This was meant to be the start of Britain’s — sorry, his — big comeback. It was meant to be the moment we all got ready to head back to the pub, return to the office, make plans for school, book a holiday in somewhere sunny like Greece, and get the country fizzing with huge investment plans echoing America’s New Deal of the Thirties— a Hoover Dam for Huddersfield, or maybe a Boris Barrage for Bolsover.
So how’s that working out?
Greece has just extended its ban on British tourists, while welcoming holidaymakers from places such as France and Germany. And where are those promised billions for infrastructure? The £100 million for roads projects being announced today is just enough to buy a single short bypass around a village.
There are persistent rumours that the eastern arm of High Speed Two, up to Leeds, will not be built. Meanwhile, what’s happened to the third runway at Heathrow?
That’s not even Mr Johnson’s biggest problem today.
He headed to Dudley to make what he hoped would be an eye-catching speech about opening up. But just 55 miles away in Leicester the virus is spreading again and the Government is locking the city down. So in one part of the Midlands the Prime Minister was talking about rebuilding schools. In another his Government is busy shutting them down.
What’s the plan for the Leicester lockdown? Why, days after it was first rumoured, is it still being only done slowly — when we know the way to control the virus is to act fast?
Non-essential shops in the city are closed from today. Schools are still open, but might close on Thursday. How can this make sense? Why has the Government not even yet set out its powers to do this — as it had promised to do by the end of the month? How might a local lockdown be managed elsewhere — especially in London, if it is needed? Would it be imposed borough by borough, or across all nine million people in the capital?
In Germany, China and South Korea, restricted lockdowns have been brought back efficiently when a spike in new cases has been found. What’s happening in Leicester suggests we’d struggle to do the same.
That’s the important thing that Mr Johnson should have been talking about in the Midlands today.
Of course, you can guess why he decided not to — why he has left it to the Health Secretary to lead the process in public, when it’s really his job and the Chancellor’s.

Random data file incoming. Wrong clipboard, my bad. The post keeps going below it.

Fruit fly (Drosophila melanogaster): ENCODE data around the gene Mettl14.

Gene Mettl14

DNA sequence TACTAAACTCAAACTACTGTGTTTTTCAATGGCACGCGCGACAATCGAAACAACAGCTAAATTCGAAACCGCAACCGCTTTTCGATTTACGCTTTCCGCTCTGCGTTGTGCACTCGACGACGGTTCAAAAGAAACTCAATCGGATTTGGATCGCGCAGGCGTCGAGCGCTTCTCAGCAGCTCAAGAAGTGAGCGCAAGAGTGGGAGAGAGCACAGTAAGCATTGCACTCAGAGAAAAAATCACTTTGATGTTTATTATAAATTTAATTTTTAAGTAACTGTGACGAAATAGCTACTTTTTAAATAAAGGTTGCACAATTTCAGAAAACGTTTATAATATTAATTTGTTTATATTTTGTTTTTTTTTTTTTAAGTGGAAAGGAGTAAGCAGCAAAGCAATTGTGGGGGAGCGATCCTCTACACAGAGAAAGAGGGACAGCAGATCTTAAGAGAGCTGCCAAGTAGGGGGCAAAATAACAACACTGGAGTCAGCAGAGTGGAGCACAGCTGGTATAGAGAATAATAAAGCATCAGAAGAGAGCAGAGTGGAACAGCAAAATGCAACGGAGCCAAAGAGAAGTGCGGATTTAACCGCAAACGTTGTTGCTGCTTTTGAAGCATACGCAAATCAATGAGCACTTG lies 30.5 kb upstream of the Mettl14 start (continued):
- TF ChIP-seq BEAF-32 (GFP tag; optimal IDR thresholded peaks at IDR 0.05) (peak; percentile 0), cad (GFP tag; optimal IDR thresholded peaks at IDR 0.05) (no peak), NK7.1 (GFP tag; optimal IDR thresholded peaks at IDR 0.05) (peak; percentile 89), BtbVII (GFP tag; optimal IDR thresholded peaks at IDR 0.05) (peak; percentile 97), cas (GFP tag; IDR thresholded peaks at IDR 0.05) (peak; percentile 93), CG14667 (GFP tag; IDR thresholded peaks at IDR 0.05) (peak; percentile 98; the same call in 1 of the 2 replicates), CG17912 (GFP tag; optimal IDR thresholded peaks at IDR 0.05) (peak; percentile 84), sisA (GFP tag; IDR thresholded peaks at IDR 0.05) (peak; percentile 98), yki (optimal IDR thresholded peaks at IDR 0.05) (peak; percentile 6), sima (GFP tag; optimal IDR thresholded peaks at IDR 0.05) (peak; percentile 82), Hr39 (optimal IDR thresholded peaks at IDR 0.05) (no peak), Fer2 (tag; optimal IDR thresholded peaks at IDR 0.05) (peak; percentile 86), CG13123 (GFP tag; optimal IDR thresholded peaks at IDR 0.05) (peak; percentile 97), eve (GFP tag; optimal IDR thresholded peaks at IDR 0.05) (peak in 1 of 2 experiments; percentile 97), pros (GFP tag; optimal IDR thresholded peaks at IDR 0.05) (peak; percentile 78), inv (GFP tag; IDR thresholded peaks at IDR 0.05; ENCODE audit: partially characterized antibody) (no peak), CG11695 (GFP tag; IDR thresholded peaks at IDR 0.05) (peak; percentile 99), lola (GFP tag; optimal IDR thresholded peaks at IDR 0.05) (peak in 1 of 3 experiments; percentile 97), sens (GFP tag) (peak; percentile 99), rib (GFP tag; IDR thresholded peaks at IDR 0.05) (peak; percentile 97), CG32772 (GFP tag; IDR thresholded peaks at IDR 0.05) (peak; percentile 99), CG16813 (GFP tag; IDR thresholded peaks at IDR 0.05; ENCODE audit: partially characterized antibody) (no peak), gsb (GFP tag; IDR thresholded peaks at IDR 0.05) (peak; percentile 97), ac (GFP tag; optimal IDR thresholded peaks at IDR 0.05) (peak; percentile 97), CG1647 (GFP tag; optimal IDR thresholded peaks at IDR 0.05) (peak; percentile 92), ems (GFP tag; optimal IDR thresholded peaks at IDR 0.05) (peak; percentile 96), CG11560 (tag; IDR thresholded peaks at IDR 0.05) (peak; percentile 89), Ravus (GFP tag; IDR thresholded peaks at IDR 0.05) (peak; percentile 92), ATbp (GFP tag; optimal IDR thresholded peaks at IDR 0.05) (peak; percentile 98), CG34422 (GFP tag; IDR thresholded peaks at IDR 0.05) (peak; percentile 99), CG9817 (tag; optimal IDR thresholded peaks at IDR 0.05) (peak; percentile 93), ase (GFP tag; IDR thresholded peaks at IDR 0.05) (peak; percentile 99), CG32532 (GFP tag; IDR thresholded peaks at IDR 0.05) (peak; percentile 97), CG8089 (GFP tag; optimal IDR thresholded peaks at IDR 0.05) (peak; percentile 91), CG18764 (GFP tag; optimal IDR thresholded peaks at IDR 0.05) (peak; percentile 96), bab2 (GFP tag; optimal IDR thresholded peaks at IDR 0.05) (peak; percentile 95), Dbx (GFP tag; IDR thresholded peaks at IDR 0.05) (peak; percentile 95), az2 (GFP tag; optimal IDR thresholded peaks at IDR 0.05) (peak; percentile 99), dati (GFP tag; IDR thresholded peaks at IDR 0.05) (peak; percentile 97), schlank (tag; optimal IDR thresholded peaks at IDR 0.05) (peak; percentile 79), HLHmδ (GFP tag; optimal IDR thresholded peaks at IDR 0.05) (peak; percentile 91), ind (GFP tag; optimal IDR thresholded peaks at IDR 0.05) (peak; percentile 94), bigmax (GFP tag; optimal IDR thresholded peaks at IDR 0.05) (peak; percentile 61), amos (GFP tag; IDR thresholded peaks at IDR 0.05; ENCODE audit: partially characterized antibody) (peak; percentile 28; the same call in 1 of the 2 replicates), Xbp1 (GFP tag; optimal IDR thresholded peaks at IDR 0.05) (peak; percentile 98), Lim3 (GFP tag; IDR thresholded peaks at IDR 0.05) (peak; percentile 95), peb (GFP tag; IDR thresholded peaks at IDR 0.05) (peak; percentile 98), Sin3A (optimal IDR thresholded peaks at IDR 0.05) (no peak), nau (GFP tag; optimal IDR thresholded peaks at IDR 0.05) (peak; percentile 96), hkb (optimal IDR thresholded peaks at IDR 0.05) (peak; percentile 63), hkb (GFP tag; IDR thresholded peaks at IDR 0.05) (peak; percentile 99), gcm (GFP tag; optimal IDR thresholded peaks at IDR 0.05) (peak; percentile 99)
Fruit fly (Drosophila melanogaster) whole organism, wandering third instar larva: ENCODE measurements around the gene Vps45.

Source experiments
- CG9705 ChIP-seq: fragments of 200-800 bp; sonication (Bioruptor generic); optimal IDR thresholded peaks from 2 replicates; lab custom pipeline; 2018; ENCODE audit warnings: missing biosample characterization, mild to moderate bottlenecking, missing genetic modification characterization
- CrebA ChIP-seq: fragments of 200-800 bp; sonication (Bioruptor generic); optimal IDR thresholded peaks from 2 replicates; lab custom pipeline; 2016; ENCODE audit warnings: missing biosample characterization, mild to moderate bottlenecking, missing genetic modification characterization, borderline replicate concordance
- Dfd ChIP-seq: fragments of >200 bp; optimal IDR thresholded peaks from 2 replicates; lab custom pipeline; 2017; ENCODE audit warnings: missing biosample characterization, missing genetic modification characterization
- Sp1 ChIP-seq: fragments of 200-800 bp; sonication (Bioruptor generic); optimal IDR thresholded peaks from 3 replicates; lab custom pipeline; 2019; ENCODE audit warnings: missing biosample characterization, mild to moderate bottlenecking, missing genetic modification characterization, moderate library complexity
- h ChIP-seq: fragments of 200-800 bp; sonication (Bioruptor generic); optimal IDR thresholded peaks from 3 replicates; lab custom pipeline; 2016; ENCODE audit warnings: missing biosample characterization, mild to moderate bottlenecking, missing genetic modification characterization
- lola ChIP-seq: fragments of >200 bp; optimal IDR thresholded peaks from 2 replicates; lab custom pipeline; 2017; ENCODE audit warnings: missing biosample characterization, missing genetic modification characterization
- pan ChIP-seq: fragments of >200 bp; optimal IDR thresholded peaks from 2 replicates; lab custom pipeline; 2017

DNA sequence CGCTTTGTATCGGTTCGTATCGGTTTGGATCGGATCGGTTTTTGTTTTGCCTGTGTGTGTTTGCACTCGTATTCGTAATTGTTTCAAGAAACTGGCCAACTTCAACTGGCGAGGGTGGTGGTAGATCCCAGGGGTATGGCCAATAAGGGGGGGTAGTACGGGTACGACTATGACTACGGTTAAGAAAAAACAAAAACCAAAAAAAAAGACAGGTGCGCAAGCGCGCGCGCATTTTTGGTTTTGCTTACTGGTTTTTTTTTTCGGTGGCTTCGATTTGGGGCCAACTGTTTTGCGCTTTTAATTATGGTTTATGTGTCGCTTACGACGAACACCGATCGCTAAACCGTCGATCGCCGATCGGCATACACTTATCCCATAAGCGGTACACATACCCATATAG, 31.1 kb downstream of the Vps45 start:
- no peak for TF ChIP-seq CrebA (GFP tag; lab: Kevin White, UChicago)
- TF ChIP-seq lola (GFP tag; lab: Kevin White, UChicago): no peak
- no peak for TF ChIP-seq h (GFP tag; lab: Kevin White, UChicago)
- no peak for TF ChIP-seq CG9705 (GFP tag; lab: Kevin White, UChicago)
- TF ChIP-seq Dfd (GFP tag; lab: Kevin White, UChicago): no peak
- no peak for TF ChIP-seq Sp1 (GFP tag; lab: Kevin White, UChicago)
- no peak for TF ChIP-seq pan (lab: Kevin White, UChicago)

At least he’s got one thing right. All eyes are on the Midlands, just as he wanted. Only it’s what’s happening in Leicester, not his speech in Dudley, that’s getting our attention.
Art is back in town
In London, meanwhile, we’re still opening up.
As we report today, after 111 days the National Gallery will be the first of our great cultural centres to welcome back visitors. It will return on July 8, with a blockbuster exhibition of Titian, one-way systems and timed tickets booked in advance.
Other galleries in London are making plans to return, too. The Royal Academy is opening to its members next week, and to everyone soon after that. The lovely, small Estorick Collection of modern Italian art is coming back on July 15. The Tate is planning to open its galleries by the end of next month. We don’t yet know when the V&A will reopen — soon, we hope, and it needs to tell us.
Publicly funded institutions should be open to the public, if they can be made safe. Galleries, made for quiet contemplation, certainly can be.
The experience will feel strange, but in some ways it will be better.
Tourists who pack the National Gallery won’t be here this summer. With numbers limited and slots guaranteed in advance, this will be the best chance ever to see some of the world’s greatest art collections in space and calm.
More than that, the return of galleries and museums should be the start of a reopening of the arts. Getting theatre and music back will take time — and funding — but let’s enjoy what we are getting back now.